Investment in R&D is seen to be lagging in India, though companies are growing rapidly. What is your take on this?

R&D does not give returns in the short-term and it is a fairly large sized investment. Small companies will find it hard to invest in R&D, because the money has to largely come out from their own retained income. It's too risky to do R&D from borrowed funds, because it is tough to guarantee a payback. Some companies such as those in pharmaceutical sector do invest, but compared to their international counterparts most companies in India are very small.

However, going forward we will have to develop our own products to be able to compete as getting products from elsewhere will get more harder. Today, foreign companies are not willing to share their expertise, unless they have control over the project. Maruti has now started developing its own capabilities on par with the Suzuki R&D in Japan, only after Suzuki acquired a controlling stake in the company. This is the first Suzuki R&D centre outside Japan.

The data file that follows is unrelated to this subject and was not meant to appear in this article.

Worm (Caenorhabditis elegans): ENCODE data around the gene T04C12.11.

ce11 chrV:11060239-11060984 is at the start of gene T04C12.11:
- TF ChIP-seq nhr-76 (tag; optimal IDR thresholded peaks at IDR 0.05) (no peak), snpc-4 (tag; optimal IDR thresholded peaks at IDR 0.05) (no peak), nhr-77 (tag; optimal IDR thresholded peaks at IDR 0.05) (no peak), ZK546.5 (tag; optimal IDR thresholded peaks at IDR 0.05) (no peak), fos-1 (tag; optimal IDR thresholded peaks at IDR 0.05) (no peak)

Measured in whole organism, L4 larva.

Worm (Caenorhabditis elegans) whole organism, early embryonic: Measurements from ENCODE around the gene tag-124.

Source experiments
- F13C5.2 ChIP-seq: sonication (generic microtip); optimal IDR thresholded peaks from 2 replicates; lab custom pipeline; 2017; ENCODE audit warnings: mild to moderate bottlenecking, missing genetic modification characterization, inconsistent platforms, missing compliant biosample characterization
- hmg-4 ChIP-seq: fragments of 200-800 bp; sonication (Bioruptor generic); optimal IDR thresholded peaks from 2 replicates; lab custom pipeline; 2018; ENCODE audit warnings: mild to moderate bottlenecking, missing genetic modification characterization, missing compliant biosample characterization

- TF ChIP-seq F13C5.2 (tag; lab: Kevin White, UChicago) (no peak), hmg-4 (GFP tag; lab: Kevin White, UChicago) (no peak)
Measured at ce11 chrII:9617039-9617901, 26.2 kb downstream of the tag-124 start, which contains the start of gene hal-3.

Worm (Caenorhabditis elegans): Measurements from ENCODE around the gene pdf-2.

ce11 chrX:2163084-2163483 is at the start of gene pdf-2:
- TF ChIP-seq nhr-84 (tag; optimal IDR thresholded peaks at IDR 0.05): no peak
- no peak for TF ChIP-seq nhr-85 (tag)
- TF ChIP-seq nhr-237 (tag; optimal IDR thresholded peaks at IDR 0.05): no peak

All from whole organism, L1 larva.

How important is Maruti Suzuki to Suzuki Motor Corp's global operations? How will you look to leverage your local R&D capabilities?

The Indian business is extremely important for Suzuki. Today, Maruti produces and sells more cars in India than Suzuki sells in Japan. It is still not bigger than the total production – because they export high volumes. This year, Maruti will make 1.25 million vehicles. In terms of volumes, Maruti Suzuki represents around 30 per cent of global sales of Suzuki, but in terms of profits, it is higher at 50-60 per cent. In 2009, Suzuki was one of the few Japanese auto companies to show profits and this was largely because of the Indian operations.